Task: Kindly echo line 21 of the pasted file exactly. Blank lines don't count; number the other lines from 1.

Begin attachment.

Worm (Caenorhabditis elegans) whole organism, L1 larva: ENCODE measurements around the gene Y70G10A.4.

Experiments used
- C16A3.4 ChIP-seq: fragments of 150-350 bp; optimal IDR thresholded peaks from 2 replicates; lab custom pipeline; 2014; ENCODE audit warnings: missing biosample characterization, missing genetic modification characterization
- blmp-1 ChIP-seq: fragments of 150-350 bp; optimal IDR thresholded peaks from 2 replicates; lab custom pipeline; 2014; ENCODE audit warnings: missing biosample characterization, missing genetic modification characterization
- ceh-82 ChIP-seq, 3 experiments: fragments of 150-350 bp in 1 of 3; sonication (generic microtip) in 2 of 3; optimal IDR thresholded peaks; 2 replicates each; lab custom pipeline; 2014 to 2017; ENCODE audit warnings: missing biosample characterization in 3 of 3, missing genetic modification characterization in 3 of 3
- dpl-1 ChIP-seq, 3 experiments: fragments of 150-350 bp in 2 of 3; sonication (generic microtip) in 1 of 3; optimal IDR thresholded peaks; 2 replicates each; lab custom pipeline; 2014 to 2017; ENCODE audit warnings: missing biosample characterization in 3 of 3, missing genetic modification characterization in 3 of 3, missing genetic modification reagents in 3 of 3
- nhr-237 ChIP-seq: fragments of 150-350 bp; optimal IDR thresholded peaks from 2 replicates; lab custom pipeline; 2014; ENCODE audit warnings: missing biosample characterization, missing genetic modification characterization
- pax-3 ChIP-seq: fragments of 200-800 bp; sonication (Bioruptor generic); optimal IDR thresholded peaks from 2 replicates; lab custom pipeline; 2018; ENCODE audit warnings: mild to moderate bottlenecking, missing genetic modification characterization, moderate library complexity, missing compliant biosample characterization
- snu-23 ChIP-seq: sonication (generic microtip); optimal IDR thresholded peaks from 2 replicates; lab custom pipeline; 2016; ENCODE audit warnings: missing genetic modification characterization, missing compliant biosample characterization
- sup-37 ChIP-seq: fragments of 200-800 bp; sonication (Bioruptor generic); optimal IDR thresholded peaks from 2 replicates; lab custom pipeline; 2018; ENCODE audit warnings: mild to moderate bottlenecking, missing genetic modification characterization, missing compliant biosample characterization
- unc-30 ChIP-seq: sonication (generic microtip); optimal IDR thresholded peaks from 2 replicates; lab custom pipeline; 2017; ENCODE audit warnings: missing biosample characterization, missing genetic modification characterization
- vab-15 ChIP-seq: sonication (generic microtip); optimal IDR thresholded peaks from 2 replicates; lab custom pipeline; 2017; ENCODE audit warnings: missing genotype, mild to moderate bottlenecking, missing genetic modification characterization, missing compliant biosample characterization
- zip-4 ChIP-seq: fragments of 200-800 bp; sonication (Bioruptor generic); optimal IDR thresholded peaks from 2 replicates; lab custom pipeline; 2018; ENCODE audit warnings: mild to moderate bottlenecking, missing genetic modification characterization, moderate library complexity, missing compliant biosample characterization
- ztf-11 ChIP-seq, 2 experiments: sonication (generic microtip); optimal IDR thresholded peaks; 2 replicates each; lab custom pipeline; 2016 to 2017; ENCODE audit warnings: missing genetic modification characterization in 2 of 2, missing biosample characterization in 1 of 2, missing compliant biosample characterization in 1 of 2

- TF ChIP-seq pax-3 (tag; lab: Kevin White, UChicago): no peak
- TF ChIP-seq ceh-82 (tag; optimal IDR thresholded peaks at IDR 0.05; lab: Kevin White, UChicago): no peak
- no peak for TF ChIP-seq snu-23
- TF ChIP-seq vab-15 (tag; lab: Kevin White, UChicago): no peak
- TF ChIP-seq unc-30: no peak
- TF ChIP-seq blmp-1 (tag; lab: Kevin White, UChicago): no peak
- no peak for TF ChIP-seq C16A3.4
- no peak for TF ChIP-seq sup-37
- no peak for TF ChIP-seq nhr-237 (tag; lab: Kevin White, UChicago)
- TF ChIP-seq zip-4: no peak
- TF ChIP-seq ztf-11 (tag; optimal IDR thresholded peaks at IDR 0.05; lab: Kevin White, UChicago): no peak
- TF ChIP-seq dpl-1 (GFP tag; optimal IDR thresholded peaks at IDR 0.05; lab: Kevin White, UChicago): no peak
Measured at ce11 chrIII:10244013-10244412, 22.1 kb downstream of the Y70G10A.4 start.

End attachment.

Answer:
- no peak for TF ChIP-seq C16A3.4